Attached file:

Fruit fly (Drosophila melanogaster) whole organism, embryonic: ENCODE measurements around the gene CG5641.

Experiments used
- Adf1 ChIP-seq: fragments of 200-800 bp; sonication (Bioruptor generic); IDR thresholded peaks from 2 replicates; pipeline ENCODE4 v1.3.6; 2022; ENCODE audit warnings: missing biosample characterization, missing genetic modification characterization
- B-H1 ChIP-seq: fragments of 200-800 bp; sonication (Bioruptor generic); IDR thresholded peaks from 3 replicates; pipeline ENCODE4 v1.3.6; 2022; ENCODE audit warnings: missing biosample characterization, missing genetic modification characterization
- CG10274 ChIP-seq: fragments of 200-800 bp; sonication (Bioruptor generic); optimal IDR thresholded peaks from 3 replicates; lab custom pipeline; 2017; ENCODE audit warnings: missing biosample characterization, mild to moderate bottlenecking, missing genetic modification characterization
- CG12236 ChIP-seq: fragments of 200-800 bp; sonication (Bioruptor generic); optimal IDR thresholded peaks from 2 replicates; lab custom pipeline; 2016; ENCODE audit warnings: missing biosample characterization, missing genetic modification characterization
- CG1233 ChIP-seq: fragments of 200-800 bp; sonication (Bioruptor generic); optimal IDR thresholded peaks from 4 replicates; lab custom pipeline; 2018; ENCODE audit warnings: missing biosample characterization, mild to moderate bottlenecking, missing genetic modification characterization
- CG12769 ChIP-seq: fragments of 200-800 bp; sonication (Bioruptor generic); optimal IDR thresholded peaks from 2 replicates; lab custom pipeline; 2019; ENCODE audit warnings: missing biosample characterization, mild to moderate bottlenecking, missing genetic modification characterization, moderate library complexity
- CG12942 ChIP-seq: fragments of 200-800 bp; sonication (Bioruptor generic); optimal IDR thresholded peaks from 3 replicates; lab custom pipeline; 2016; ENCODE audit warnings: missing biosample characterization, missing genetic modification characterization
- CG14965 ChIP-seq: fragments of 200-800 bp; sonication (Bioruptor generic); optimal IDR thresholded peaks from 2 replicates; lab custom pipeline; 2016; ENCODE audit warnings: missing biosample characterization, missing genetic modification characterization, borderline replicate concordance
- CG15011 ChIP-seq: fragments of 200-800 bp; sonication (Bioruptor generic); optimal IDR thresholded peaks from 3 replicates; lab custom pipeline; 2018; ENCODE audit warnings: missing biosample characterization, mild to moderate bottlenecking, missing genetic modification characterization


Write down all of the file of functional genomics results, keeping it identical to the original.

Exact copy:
Fruit fly (Drosophila melanogaster) whole organism, embryonic: ENCODE measurements around the gene CG5641.

Experiments used
- Adf1 ChIP-seq: fragments of 200-800 bp; sonication (Bioruptor generic); IDR thresholded peaks from 2 replicates; pipeline ENCODE4 v1.3.6; 2022; ENCODE audit warnings: missing biosample characterization, missing genetic modification characterization
- B-H1 ChIP-seq: fragments of 200-800 bp; sonication (Bioruptor generic); IDR thresholded peaks from 3 replicates; pipeline ENCODE4 v1.3.6; 2022; ENCODE audit warnings: missing biosample characterization, missing genetic modification characterization
- CG10274 ChIP-seq: fragments of 200-800 bp; sonication (Bioruptor generic); optimal IDR thresholded peaks from 3 replicates; lab custom pipeline; 2017; ENCODE audit warnings: missing biosample characterization, mild to moderate bottlenecking, missing genetic modification characterization
- CG12236 ChIP-seq: fragments of 200-800 bp; sonication (Bioruptor generic); optimal IDR thresholded peaks from 2 replicates; lab custom pipeline; 2016; ENCODE audit warnings: missing biosample characterization, missing genetic modification characterization
- CG1233 ChIP-seq: fragments of 200-800 bp; sonication (Bioruptor generic); optimal IDR thresholded peaks from 4 replicates; lab custom pipeline; 2018; ENCODE audit warnings: missing biosample characterization, mild to moderate bottlenecking, missing genetic modification characterization
- CG12769 ChIP-seq: fragments of 200-800 bp; sonication (Bioruptor generic); optimal IDR thresholded peaks from 2 replicates; lab custom pipeline; 2019; ENCODE audit warnings: missing biosample characterization, mild to moderate bottlenecking, missing genetic modification characterization, moderate library complexity
- CG12942 ChIP-seq: fragments of 200-800 bp; sonication (Bioruptor generic); optimal IDR thresholded peaks from 3 replicates; lab custom pipeline; 2016; ENCODE audit warnings: missing biosample characterization, missing genetic modification characterization
- CG14965 ChIP-seq: fragments of 200-800 bp; sonication (Bioruptor generic); optimal IDR thresholded peaks from 2 replicates; lab custom pipeline; 2016; ENCODE audit warnings: missing biosample characterization, missing genetic modification characterization, borderline replicate concordance
- CG15011 ChIP-seq: fragments of 200-800 bp; sonication (Bioruptor generic); optimal IDR thresholded peaks from 3 replicates; lab custom pipeline; 2018; ENCODE audit warnings: missing biosample characterization, mild to moderate bottlenecking, missing genetic modification characterization